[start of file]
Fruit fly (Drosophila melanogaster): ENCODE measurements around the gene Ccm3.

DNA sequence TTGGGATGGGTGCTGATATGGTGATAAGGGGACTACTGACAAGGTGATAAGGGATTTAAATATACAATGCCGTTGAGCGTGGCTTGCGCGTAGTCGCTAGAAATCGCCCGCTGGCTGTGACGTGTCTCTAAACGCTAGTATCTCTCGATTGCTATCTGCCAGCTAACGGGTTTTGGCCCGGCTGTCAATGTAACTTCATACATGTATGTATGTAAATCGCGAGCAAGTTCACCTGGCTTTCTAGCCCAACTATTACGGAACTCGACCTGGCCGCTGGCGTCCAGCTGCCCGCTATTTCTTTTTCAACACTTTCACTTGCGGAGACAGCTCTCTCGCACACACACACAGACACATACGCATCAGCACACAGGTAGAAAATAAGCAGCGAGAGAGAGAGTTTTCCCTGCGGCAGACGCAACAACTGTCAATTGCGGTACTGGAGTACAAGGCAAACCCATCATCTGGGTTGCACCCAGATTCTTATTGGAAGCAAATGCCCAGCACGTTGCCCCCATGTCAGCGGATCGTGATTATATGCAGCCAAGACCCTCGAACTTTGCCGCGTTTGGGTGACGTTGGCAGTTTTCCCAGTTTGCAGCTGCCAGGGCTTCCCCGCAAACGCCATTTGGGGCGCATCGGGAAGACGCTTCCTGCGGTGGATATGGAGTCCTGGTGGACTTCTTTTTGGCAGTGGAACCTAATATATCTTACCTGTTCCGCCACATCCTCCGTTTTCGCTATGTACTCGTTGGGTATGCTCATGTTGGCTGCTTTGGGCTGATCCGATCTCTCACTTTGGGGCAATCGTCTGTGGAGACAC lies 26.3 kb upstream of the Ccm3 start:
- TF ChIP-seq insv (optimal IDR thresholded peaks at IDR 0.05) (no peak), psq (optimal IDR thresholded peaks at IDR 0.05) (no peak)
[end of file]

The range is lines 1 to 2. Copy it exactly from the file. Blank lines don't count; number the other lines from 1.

Fruit fly (Drosophila melanogaster): ENCODE measurements around the gene Ccm3.

DNA sequence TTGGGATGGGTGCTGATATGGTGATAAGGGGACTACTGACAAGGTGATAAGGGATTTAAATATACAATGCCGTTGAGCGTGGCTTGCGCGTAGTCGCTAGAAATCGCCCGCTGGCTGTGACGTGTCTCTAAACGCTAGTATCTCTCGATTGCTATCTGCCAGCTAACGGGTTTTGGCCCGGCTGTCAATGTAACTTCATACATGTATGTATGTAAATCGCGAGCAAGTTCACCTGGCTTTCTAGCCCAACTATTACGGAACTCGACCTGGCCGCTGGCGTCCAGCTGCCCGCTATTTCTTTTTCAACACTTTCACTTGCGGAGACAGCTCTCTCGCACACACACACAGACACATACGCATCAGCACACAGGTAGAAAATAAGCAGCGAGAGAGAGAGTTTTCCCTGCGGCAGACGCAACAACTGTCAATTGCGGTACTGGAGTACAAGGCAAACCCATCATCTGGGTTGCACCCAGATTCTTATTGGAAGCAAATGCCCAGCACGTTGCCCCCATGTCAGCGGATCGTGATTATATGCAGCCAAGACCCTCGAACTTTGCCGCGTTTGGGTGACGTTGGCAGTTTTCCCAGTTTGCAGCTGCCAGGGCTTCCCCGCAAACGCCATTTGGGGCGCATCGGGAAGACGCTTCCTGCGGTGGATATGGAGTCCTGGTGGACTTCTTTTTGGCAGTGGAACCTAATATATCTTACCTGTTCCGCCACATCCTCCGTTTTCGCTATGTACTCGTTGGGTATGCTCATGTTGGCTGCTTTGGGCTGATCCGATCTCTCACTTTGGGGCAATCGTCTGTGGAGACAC lies 26.3 kb upstream of the Ccm3 start: